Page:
Prior to 1864, Tønder was situated in the Duchy of Schleswig, so its history is intertwined with the contentious history of Schleswig-Holstein.
After this, Tønder was abandoned as an active airship base, and was used only as an emergency landing site.A wartime aircraft hangar survives, as do some of the ancillary buildings, but only the foundations remain of the large airship hangars.During World War I, a Zeppelin base was operated in Tønder by the Imperial German Navy.The base was attacked by the British on 19 July 1918, in what is known as the Tondern raid.Det var simpelthen kærlighed ved første blik - eller måske havde det været kærlighed ved første brev. Tak for kærligheden - vi glæder os til vores bryllup d.
The first mention of Tønder might have been in the mid-12th century, when the Arab geographer Muhammad al-Idrisi mentioned the landmark Tu(r)ndira, which might have been a reference to either Tønder, or the nearby town of Møgeltønder.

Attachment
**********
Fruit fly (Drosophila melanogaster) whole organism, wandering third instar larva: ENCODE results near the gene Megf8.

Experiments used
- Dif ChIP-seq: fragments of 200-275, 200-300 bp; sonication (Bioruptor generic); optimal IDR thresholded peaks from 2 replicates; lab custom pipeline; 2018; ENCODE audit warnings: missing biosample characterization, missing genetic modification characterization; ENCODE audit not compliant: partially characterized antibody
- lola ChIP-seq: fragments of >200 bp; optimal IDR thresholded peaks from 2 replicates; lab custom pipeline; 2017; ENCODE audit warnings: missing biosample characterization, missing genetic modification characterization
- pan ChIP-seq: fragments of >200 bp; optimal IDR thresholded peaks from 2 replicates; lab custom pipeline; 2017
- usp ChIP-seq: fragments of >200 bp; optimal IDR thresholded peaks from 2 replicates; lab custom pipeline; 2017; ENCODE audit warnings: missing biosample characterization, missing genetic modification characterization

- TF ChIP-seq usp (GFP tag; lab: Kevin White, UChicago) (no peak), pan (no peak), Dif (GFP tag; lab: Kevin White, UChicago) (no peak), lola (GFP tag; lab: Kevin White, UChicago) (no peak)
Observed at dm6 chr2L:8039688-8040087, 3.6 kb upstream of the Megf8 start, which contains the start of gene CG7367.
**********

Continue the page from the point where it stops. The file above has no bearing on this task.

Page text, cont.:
The site now houses a museum, named the Zeppelin and Garrison Museum Tønder.
In the 1550s, Tønder's port lost direct access to the sea due to dykes being built to the west of town at the direction of Duke Hans the Elder of Schleswig-Holstein-Haderslev, the son of Frederick I of Denmark.
The town center is dominated by houses from the late 17th and early 18th century, when the town experienced rapid growth as a result of its lace industry.
Seven Sopwith Camels from the aircraft carrier HMS Furious bombed the base, hitting two of the three airship hangars.
The Zeppelins L.54 and L.60 inside one hangar were destroyed and a balloon inside the other was damaged.